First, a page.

To the contrary, a recent analysis of high-resolution satellite imagery from 2010, triangulated through the ground truthing of hundreds of randomly selected locations throughout the country—suggest a contemporary tree cover of approximately a third of the surface of Haiti (Churches et al. 2014).

Image adapted from Churches et al. (2014: 212)

Image adapted from Churches et al. (2014: 212)

The unfortunate cloud cover in this image—toward the end of Haiti’s southern Tiburon peninsula—masks a large portion of one of the most heavily treed areas in the entire country and partially obscures portions of the Pic Macaya National Park; the percent tree cover for Haiti would almost certainly have been higher if the authors of this analysis had been privy to satellite imagery from a cloudless day.

Other researchers have reached similar conclusions of unconventionally high arboreal coverage in contemporary Haiti. In 2012, geographers from Virginia Tech conducted a land-use/land-change analysis of Haiti’s largest offshore island (La Gônave) using two high-resolution Landsat satellite images twenty years apart, from 1990 and 2010, accompanied by visits to hundreds of locations on the island to ground truth the image classification (White et al. 2013). These researchers found that the entire land surface of La Gônave in 2010 (excluding water and masking the less than 2 percent cloud cover) was 46 percent covered with forests and dense vegetation, and 40.4 percent covered with woody shrubs (White et al. 2013: 499).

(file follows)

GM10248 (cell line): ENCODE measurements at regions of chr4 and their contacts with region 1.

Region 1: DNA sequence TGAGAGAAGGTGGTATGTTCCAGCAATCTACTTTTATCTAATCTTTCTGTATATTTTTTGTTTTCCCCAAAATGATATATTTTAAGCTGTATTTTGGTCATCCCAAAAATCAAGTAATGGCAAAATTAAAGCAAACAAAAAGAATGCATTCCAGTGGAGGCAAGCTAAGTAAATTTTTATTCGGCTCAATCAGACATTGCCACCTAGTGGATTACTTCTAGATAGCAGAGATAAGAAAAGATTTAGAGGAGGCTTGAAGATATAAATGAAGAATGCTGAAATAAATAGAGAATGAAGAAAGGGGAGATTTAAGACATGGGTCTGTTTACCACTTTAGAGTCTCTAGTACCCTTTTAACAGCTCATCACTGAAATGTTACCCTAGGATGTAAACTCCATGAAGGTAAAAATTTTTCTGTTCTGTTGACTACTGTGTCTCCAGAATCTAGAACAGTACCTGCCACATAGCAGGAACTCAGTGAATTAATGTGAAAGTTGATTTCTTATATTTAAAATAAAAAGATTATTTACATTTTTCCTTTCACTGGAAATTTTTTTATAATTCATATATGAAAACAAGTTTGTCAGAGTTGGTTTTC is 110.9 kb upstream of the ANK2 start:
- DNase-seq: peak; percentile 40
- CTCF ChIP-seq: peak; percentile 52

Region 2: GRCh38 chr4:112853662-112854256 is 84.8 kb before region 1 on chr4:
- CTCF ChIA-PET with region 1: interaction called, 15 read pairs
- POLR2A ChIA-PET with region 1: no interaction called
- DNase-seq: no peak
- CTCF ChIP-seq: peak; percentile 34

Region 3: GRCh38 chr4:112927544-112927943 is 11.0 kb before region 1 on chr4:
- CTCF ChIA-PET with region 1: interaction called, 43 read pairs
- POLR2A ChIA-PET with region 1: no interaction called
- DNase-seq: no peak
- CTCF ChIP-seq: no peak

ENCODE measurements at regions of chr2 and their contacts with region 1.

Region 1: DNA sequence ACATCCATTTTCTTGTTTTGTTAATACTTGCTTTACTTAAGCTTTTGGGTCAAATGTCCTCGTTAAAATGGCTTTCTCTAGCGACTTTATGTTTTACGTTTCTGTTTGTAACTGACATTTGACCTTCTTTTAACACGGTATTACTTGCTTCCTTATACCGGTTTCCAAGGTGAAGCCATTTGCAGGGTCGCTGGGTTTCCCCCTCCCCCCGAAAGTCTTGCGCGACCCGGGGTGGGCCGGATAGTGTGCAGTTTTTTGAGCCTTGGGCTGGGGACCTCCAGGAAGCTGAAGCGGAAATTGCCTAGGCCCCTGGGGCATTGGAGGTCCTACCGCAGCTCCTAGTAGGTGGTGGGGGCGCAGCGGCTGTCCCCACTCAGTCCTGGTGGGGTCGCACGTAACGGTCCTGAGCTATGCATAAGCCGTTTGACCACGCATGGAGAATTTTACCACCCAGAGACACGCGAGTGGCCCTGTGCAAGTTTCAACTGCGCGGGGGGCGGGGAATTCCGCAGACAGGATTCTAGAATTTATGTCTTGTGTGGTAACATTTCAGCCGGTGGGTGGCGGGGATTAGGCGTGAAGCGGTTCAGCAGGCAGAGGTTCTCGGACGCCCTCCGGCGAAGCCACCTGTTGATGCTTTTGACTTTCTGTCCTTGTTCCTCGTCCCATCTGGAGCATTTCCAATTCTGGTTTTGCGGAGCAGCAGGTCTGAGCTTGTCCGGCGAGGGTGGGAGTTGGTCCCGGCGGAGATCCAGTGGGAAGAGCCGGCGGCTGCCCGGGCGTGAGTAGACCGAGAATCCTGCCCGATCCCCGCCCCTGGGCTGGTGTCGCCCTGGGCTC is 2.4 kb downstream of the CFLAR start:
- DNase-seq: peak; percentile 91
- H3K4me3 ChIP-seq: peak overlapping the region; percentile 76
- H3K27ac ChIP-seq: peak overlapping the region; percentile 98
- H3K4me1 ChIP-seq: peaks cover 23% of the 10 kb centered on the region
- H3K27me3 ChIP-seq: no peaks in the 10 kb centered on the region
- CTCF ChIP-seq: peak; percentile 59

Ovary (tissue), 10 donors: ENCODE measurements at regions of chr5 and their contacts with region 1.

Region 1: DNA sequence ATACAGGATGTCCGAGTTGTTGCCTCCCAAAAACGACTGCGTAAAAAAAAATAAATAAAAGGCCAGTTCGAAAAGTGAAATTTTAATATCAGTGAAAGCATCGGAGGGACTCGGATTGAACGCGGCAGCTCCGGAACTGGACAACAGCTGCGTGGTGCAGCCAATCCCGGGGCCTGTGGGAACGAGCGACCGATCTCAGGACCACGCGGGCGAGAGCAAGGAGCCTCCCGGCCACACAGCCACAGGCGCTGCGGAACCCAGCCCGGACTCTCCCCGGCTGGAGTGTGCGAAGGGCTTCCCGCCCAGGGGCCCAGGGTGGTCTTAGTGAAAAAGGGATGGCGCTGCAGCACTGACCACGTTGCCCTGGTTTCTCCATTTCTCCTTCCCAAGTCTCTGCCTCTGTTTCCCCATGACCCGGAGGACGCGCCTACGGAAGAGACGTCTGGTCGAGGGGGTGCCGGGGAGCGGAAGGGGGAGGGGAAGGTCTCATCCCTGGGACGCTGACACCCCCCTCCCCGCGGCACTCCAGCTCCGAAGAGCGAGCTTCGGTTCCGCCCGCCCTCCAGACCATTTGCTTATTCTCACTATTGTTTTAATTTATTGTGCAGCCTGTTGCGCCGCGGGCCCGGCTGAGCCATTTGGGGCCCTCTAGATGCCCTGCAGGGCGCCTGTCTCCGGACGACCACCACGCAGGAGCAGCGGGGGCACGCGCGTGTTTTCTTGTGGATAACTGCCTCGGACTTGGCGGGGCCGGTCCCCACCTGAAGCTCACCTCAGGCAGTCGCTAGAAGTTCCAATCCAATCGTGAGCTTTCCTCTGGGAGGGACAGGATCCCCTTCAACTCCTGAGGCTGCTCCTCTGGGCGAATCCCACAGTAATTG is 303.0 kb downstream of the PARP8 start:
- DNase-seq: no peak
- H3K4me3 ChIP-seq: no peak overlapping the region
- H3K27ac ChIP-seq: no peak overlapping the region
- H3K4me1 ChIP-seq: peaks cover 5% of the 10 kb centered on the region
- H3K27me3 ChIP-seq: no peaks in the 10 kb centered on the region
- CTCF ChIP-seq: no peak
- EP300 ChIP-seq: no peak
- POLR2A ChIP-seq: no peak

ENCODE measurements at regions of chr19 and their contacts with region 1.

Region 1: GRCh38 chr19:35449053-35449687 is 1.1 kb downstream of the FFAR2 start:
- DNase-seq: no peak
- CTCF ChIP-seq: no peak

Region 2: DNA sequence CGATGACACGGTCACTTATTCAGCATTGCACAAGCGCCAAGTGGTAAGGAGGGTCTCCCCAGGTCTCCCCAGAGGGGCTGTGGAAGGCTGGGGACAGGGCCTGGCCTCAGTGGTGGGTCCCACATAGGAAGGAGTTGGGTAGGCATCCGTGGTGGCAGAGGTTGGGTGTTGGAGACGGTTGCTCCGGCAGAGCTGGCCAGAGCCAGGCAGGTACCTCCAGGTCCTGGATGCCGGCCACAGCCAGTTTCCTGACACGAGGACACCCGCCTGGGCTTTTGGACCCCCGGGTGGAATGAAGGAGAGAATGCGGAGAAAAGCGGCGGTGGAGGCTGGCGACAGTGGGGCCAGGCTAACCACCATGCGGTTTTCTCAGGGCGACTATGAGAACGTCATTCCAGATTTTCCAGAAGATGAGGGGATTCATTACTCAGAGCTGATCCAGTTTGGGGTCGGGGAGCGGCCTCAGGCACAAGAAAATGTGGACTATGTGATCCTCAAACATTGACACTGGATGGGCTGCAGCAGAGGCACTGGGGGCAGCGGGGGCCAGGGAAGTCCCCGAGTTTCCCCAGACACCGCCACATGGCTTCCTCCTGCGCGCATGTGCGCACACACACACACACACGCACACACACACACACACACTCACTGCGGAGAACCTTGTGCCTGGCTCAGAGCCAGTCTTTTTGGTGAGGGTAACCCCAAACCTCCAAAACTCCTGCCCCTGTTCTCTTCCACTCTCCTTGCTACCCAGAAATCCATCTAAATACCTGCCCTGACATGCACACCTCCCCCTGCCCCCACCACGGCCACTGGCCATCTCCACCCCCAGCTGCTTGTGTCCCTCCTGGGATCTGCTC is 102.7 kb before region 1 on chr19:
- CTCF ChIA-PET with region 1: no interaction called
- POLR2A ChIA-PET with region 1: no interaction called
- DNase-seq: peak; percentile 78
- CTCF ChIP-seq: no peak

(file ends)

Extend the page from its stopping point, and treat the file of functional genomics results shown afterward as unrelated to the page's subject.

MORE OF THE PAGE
Image adapted from White et al. 2013: 500

Image adapted from White et al. 2013: 500

And finally, in a broader study of land changes within the Greater Antilles between 2001 and 2010, researchers found that 26 different Haitian municipalities underwent significant changes to woody vegetation—8 decreased and 18 increased—and 48 municipalities experienced significant changes in mixed-woody/plantations—9 decreased and 39 increased (Álvarez-Berríos et al. 2013: 88–91). In overall land percentages for the entire country, woody vegetation experienced a 1 percent increase while mixed-woody/plantations increased by 4 percent, or 368 km2 (89).